Benjamin Wollmuth is a lover of literature who enjoys sharing his thoughts on everything from movies and video games to books and music.
"The New Mutants"
April 13, 2018. February 22, 2019. August 2, 2019. April 3, 2020. This is a list of the way-too-many release dates The New Mutants initially had. We can blame scheduling conflicts and, of course, COVID, but in my personal opinion... this film was doomed from the start. The X-Men franchise––besides their rated R takes––really began to fall after Days of Future Past. The studio seemed to stop trying when it came to timelines and continuity... and quality, and when Dark Phoenix released I had already given up.
I will admit that I was semi-excited for The New Mutants back when it was announced, but after each delay, I started to lose faith. I wondered why they kept pushing for a theatrical release when they could have just easily put it on Disney Plus, where they would have more than likely gained more members. But now, here we are, talking about this long-delayed film, and all I can say is: it is not very good. And Disney got money from all of my friends instead of just one person paying for their subscription service. So I guess they won.
It's still not good, though.
Trying Too Hard
The New Mutants is a film coming off of the back of some pretty successful rated-R comic book films. When I heard the film was going to be a comic book horror film, I got excited. Rated-R comic book horror, baby! Well... not really. And that is one of my biggest issues with the film. It tries really hard to be edgy, violent, and promiscuous while still trying to keep a PG-13 rating. The violence could have been a lot more intense––the horror, too––if the studio would have just gone for an R rating. We know they can do it. Look at Logan and Deadpool! I don't know if they just wanted to attract younger viewers or what, but in my honest opinion, the film could have benefitted from fully embracing the violence and the horror. There were traces of good horror with the Smiley Men, but that was pretty much it for me. Not only that, but the horror aspects would just pop up at random times. The film just didn't seem to know exactly what it wanted to be. It would jump from a teen coming-of-age film to a horror film to a superhero film and then it would circle back around to do it all over again. I can understand why the studio would want to try to genre bend what we know as a typical superhero film, but they bent it in too many directions, turning the final product into a mess.
The Writing and the Conflict
Throughout the entirety of the film, I couldn't help but cringe at some of the dialogue. To me, it felt like the writers were really trying to embrace the "teenage" aspect of the film, with comments by the male characters about how hot the female characters are. Sadly, it's not funny.
There is a love story in the film that feels extremely forced. There are character choices that don't make any sense (like, why aren't you using your powers? You're in danger!). The story is driven by characters, yet the characters don't seem to change at all. There just doesn't seem to be any progression at all. Let me explain:
The story focuses on Danielle Moonstar, who has the ability to take fears and make them a reality. In the comics, her powers go much deeper than that, yet that is really all she can do in this film. The film appears to be about learning to face your fears, yet Moonstar is the only one who actually manages to do that. All of the other characters attack the manifestation of Moonstar's fear (which is a giant bear), but they don't actually face their own fears. That's poor character development if you ask me. There is zero progression. Why did the Demon Bear show up when it did? Who knows. Plot convenience, I guess, because how else were the protagonists gonna get out of the situation they were in?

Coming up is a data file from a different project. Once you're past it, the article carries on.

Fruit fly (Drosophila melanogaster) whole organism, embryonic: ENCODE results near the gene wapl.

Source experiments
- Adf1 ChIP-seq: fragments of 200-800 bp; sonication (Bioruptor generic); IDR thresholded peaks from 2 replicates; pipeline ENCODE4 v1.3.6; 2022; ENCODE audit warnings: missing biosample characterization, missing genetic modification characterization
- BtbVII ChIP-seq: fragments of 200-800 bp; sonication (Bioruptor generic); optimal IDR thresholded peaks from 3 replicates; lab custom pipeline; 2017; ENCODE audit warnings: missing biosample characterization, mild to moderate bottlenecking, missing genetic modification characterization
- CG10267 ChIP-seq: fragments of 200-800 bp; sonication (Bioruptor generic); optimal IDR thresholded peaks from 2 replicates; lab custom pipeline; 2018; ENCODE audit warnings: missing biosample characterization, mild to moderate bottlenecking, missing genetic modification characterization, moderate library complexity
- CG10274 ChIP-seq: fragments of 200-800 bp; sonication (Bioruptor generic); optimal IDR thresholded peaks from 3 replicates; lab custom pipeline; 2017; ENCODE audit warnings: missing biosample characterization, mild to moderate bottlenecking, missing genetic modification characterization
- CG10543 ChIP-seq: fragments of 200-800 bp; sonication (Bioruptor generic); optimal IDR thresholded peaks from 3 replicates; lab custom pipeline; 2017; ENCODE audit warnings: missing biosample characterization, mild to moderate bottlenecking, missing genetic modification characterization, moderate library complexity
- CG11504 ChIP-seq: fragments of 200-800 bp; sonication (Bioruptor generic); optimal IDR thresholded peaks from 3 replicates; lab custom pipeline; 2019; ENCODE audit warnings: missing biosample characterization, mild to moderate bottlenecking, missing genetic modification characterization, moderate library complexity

Along with poor plot progression, poor character development, and poor writing, the performances were not that great, either. Maybe that was also due to the poor writing, but I just couldn't help but cringe while watching this thing.
Was There Anything Good?
There were hints of a good movie. The Smiley Men helped boost the horror aspect a little bit, and there are traces––and I mean the smallest of traces––of good character development when it came to what the characters' fears were. There were even some cool shots. But again, I couldn't help but cringe while watching this thing. The teenage feel and the intense-at-times horror didn't mesh very well, creating a very jumbled mess. It's sad to say because I genuinely want superhero films to succeed, but this film made the fizzle that the X-Men franchise ended on a lot bigger... and a lot worse.
Needless to say, this film should have gone straight to Disney Plus. Pushing it to theatres made the film feel a lot more important than it actually was. It didn't extend the story of the X-Men franchise, it didn't conclude anything... it's kind of just there. And at the time of its release, it just feels unnecessary. I didn't need this movie.
With poor writing, performances, development, etc., The New Mutants manages to fail at a time when I really want to go to the theatre to see good movies. This was my first time at a theatre since COVID began, and sadly, it was a bit painful to get through. Again, there are essences of a good film sprinkled throughout the final product, yet it just feels like the creators wanted this film to be too many things at once. It would have benefitted from a more focused genre and plot, as well as some better writing.
With all of that being said, I am going to give The New Mutants a 4/10.
© 2020 Benjamin Wollmuth